Jack Callahan doesn't have air-conditioning. He doesn't want it, either, even as he sits on the front porch of his house on a hot, humid summer day in long pants and a button-up shirt.
"We've never had air-conditioning as long as I've lived here," Callahan says. "At night, we get a beautiful breeze from the ocean or the bay."
He's used to it, and it's hard to see why not. He's lived in this house in Wildwood Crest for 60 years. But it's a far cry from the small beach cottage he bought right after he married.
Today, it's a 2,200-square-foot, two-story beach retreat that is the weekend gathering spot for the Callahan clan, whose members live in the Philadelphia suburbs on both sides of the Delaware and who, on this particular summer day, took up every available space and room in the house.
And that was before adding in grandson Shane Whipkey's club lacrosse team, still asleep upstairs before playing a tournament on the beach.
"I have 10 to 15 people down every weekend," says Callahan, who lives at the Shore year-round with his son Tim.
The house, built in 1910, was one of the first on the Crest. It was a small bungalow perfect for Callahan, now 86, and his bride, Elizabeth.
"She was working at the Acme as a checker, and I was buying food," he says of how they met in Germantown.
Elizabeth was from Wildwood Crest, so when they married, they honeymooned there and stayed. His wife passed away in 2004.
"When we first moved here, a train ran down the street, and the ocean was only two blocks away," he says. The neighboring property was a custard stand, then a Wawa, and is now a private home.
The couple had four children, which led to six grandchildren and six great-grandchildren. Most of them come down every weekend.
No one can quite remember how many renovations they've done on the house because there have been so many. A large addition was put on in 1964 to make room for the children. A front porch was built. The siding went from diamond asbestos to square asbestos, and is now vinyl. The downstairs kitchen was moved three times.
One of the former kitchen spaces is now a sunroom at the front of the house. An upstairs addition with a kitchen was built, and then the stove was removed when Callahan realized too much space was being occupied by things that weren't being used.
Two of Callahan's children passed away as a result of the Vietnam War, one in combat and the other from injuries sustained during the war. He keeps a memorial in one corner of the downstairs living room.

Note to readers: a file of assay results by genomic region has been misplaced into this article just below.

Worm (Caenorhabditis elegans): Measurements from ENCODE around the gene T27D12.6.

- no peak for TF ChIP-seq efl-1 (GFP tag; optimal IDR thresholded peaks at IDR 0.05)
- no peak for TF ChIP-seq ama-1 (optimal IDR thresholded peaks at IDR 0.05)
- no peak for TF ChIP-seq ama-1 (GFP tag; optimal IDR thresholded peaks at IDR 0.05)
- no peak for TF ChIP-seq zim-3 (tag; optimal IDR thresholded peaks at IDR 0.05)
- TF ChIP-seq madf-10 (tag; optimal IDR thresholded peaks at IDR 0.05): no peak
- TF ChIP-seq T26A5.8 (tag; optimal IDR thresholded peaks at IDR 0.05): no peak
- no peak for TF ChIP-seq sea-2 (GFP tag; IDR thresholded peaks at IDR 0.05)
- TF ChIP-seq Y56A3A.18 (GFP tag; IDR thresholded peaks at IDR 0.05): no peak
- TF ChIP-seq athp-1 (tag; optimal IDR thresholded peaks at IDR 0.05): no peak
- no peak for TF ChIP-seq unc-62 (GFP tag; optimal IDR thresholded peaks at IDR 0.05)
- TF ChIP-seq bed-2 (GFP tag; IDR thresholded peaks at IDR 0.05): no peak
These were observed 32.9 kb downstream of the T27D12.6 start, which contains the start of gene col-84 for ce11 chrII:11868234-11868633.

The Beschen-Callahan Memorial Lifeguard Races, held in Wildwood Crest for 42 years and considered the oldest continuous lifeguard races in the country, are held in their honor. Shane Whipkey is on the Wildwood Crest squad.
Jack still works - he's owned Callahan Roofing since 1956 - and his office in the home's basement looks as if it could belong to any twenty- or thirtysomething.
Standing out from the papers, filing cabinets, and phones (land line and cell) is a new iMac. He knows how to e-mail and upload videos to YouTube. It's crucial to keeping up with his children and grandchildren, he says.
His favorite spaces are outside the house, though.
What was once just a backyard, where youngsters played in space shaded by a tarp, is now "Jack's Shack." The playing still happens, but now there's an annual family talent show, complete with a DJ (grandson Patrick Whipkey of Bellmawr).
Before the talent show, Catholic Mass is said in the backyard. On those special occasions, the house makes room for 20-plus.
An outdoor covered porch functions as another gathering area.
"We eat here every night," Callahan says, especially in the summer, with a table long enough for all his visitors and an outdoor refrigerator stocked with ice-cold beer.
Callahan is sitting at that outdoor table, with his children, their spouses, and his grandchildren interjecting and adding stories and memories about the house, when the lacrosse team finally wakes up and comes downstairs.
The players stop at the beer fridge or give Callahan a firm pat on the back. He asks them whether they met any pretty girls the night before.
"The young kids make my life," he says.
There are still a few to-do projects for the house, Callahan says, including new carpet that's being installed on the first floor, and a dozen or so smaller items.
But the list does not include central air-conditioning.
Callahan says he'll never move.
"I'm going to be laid out in that front room."
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